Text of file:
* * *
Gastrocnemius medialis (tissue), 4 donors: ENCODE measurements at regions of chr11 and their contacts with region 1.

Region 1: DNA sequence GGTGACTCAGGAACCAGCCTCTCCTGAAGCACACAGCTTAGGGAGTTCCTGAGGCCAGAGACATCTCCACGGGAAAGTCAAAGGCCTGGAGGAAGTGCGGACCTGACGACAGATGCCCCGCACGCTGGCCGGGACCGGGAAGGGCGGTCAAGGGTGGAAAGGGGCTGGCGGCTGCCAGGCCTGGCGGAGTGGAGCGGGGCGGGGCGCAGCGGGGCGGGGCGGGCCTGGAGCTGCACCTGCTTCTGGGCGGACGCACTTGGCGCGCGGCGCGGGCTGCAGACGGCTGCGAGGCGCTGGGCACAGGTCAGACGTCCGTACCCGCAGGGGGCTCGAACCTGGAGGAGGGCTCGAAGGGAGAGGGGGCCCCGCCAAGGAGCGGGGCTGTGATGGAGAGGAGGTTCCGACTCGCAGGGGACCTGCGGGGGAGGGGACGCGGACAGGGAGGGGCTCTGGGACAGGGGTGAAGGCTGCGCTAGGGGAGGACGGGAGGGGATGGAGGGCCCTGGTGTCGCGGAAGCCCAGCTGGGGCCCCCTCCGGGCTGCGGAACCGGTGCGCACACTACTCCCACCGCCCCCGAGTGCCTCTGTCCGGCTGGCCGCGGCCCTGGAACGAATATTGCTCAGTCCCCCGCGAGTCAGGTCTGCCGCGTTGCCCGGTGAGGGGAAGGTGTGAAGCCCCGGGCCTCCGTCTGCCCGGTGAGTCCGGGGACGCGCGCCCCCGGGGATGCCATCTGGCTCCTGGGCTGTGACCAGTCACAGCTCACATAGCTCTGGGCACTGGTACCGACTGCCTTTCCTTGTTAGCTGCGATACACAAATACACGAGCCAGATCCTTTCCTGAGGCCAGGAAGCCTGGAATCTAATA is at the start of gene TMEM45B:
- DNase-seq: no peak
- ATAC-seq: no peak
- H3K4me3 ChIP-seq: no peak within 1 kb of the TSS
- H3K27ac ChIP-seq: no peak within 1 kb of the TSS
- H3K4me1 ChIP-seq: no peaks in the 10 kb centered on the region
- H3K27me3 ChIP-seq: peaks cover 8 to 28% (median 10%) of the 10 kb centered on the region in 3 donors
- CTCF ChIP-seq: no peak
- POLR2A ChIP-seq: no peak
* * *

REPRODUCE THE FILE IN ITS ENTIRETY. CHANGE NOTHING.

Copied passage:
Gastrocnemius medialis (tissue), 4 donors: ENCODE measurements at regions of chr11 and their contacts with region 1.

Region 1: DNA sequence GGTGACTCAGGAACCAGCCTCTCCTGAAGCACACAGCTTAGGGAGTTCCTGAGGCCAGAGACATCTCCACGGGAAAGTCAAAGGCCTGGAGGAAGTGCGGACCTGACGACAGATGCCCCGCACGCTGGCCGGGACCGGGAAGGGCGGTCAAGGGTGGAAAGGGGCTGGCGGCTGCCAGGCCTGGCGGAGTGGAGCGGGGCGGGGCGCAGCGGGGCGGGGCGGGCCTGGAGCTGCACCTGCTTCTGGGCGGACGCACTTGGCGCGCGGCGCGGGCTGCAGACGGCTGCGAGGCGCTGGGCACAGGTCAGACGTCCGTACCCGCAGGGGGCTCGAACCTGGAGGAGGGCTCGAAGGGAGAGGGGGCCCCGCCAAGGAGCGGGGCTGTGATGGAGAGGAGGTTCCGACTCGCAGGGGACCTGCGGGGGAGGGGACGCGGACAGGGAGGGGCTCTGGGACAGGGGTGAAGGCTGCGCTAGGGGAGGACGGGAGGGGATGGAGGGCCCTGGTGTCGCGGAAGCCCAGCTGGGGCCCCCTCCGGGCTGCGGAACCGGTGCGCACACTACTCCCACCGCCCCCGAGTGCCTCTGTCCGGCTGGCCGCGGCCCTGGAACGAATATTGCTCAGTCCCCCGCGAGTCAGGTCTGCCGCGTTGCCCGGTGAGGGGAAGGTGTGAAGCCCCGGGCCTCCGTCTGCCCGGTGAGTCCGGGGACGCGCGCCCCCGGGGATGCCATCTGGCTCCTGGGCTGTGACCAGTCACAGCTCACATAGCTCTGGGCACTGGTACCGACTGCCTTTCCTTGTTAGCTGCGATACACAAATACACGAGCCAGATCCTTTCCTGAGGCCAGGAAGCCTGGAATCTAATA is at the start of gene TMEM45B:
- DNase-seq: no peak
- ATAC-seq: no peak
- H3K4me3 ChIP-seq: no peak within 1 kb of the TSS
- H3K27ac ChIP-seq: no peak within 1 kb of the TSS
- H3K4me1 ChIP-seq: no peaks in the 10 kb centered on the region
- H3K27me3 ChIP-seq: peaks cover 8 to 28% (median 10%) of the 10 kb centered on the region in 3 donors
- CTCF ChIP-seq: no peak
- POLR2A ChIP-seq: no peak